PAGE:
SPORT OF THE DAY Mr. L. de Rothschild has secured second call on the services of J. Murray, after the stable of B. W. Armstrong, the Penrith trainer, to whom the boy is apprenticed. Nat Robinson, the jockey, found it impos- sible to keep his weight down under 9st., and, therefore, has again relinquished public riding. It is, however, probable that in the near future he will accept a proffered re- tainer to train abroad.. Apropos of the running of the King's horse in the Derby, the fA-Ct may be recalled that among British Sovereigns Charles II. was the first Monarch who entered and ran horses in his own name. Queen Anne was passionately fond of racing, and also ran horses in her own name. Indeed, it is to the Stuarts, and especially James I., that the credit is due of establishing horse-racing on a large scale. George I. was the first Sovereign to substitute specie for the gold cups given by Royalty. Mr. W. A. H. Bass, of the 10th Hassars, the owner of Sceptre, has engaged the English jockey T. Melsom to ride for him in India next season. Melsom haa already arrived, and he took out three ponies from England with him for Mr. Bass, who also recently pur- chased the Arab pony Huddal, with a view to winning the next Army Cup at Lucknow. The price paid for the latter was 3.200 rupees. Mr. Bass has engaged Bleach as his private trainer in India, and the training quarters are at Poona. Melsom, who rides in the Yankee fashion, won several races in England in 1900. MASTERS OF FOXHOUNDS' ASSOCIATION. Lord Yaa-borough presided at the annual meetings of the Masters of Foxhounds' Associa- tion, held at Tattersall's, Knightsbridge, on Monday. A sub-committee appointed to deal with the question of distemper reported that, though various experiments had been made during the year, no method of rendering whelps immune from distemper had been dis- covered. In consequence, and after the views expressed by my masters of hounds, they did not feel justified in recommending that the present arrangement with Dr. Bloxall should be continued. Mr. W. M. Wroughton thought it was a pity the experiments should be dropped, and volunteered to carry them on if he received some assistance from indivi- dual members. Lord Yarborough presented to the Rev. Cecil Legurd, editor of the "Fox- hounds Kennel Stud Book," a portrait of him- self in oils, the work of Professor Herkomer (which has been hung in the Royal Academy), as some recognition of what he had done for htmting and hunting methods during his twenty years of editorship.
THE MORGAN FORGERIES. Missing Count Arrested at I Alexandria. About a fortnight ago Alderman Burnett at the Guildhall, London. granted warrants for the apprehension of several City men in con- nection with alleged extensive frauds and forgeries in bills of exchange on Mr. Pierpont Morgan and other shipping firms. On Tues- day information was cabled to the detective department of the City Police at Old Jewry that an Italian, styling himself as a count, and who is well known in shipping circles and amongst the financial men in the Oity, had been arrested by a London detective- inspector at Alexandria. He was, however, on a French vessel that was in quarantine, and he asserted be was a French subject. Accused was accordingly handed over to the French police, and is detained at Beyront. The extradition papers have been forwarded to Rome, and also to the Ottoman Empire, and witnesses for identification will be sent out. The British, Italian, and French Ambas- sadors are acting in concert.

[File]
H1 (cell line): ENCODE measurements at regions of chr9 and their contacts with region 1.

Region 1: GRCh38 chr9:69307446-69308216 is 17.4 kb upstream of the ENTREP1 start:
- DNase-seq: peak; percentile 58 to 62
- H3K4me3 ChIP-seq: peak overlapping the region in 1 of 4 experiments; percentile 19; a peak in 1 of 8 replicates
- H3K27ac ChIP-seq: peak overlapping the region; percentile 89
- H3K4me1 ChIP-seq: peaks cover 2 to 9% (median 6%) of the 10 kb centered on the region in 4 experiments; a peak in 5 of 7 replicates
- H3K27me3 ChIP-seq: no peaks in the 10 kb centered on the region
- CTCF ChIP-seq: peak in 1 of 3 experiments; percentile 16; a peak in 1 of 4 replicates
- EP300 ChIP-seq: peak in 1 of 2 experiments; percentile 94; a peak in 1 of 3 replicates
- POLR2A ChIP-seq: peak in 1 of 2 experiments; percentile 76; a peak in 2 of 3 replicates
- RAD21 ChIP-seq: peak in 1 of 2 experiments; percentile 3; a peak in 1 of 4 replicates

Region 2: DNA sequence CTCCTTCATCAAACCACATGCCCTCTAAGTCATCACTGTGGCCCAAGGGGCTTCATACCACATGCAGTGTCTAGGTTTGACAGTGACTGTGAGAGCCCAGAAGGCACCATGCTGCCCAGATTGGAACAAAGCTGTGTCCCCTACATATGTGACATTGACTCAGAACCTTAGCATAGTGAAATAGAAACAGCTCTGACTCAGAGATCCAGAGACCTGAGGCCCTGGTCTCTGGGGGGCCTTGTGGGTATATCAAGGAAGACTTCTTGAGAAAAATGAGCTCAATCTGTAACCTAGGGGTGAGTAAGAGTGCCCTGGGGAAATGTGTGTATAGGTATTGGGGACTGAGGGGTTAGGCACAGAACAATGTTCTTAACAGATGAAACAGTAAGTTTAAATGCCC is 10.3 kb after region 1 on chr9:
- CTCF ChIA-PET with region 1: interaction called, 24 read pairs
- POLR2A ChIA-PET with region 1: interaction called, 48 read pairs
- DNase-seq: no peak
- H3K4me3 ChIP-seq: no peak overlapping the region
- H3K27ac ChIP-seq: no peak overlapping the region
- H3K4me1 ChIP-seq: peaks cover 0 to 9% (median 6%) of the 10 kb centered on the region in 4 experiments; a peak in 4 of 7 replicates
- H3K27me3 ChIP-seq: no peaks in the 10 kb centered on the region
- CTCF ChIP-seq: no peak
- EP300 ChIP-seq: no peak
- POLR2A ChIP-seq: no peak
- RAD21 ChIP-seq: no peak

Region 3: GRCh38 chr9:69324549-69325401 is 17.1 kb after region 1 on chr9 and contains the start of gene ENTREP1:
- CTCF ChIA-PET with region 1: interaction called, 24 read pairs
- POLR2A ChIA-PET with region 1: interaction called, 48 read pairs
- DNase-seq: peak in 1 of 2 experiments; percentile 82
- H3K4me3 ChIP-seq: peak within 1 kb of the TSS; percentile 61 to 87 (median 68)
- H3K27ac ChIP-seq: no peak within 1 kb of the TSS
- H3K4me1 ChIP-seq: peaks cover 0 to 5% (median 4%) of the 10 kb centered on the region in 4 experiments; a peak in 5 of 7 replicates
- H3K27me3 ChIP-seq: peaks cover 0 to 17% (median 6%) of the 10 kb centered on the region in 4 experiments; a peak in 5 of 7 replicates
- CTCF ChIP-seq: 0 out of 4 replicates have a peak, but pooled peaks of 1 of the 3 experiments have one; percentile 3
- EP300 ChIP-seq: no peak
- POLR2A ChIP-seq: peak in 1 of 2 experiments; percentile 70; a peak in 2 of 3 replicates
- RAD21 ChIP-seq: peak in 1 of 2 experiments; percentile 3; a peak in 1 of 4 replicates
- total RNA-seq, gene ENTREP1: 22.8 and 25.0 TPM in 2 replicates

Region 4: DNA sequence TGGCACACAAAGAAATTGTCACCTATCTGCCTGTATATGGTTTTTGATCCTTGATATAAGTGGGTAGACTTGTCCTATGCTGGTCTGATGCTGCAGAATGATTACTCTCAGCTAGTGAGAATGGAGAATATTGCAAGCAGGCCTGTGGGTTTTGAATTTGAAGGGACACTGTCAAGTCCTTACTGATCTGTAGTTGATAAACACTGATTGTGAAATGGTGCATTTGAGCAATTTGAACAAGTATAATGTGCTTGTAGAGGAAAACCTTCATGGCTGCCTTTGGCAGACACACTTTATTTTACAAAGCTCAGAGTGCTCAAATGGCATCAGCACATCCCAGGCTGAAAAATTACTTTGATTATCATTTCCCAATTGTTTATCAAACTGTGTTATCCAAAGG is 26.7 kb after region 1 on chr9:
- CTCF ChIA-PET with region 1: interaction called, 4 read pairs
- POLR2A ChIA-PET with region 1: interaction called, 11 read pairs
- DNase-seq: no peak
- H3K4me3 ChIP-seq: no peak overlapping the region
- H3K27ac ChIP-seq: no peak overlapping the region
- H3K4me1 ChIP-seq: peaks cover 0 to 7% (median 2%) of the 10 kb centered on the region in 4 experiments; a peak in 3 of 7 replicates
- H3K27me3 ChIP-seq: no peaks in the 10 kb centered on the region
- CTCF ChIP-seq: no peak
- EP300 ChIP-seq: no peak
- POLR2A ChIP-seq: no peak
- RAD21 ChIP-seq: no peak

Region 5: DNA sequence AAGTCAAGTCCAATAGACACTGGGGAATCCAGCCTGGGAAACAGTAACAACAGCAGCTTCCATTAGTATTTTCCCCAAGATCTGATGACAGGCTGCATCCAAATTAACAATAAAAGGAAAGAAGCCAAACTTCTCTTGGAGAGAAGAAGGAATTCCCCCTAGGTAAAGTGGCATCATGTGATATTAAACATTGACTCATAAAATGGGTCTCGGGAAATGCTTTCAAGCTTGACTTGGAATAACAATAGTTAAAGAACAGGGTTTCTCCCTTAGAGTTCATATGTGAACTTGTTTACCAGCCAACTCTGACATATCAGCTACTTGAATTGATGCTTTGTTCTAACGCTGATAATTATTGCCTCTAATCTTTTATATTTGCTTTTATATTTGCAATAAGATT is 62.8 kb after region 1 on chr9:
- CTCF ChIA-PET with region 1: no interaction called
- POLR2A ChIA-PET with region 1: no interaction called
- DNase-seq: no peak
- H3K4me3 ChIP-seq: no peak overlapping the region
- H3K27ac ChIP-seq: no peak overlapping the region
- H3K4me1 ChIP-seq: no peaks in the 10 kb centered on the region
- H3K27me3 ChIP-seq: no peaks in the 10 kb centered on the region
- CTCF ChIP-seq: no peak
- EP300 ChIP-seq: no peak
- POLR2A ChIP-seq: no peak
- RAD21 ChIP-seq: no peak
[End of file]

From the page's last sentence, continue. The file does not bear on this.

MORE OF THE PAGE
LORD WINDSOR AS AUTHOR Lord Windsor is the subject of the "Celebrities at Home article in the "World" this week, the home in this case being his lordship s town house, 54, Mount-street. W. The house is in the style of William and Mary, and the walls are faced through- out with Penarth alabaster. In the library the dispatch-boxes and wicker basketa full of formidable official files are decidedly sug- gestive of hard work. "Not only does Lord Windsor efficiently discharge the duties placed upon him as a member of the Government, but he has since his appointment devoted & great deal of his leisure to the laborious task of preparing for the press a handbook dealing with the works of John Constable for Walter Scott and Co.'s series of The Makers of British Art.' The volume will be pub- lished this season, and will contain numerous illustrations of Constable's best known works and the most up-to-date information about the life of that great master of landscape." Lord Windsor is a connoisseur in pictures, and the article describes the art treasures at Mount-street, some of which were painted by Lady Paget, Lady Windsor's mother. It is interesting to note that at Eton the same time as Lord Windsor was Mr. St. John Brod- rick. His lordship is himself an artist, and was trained by Mr. Sam Evans, the drawing master at Eton, whose methods, in his opinion, left little to be desired.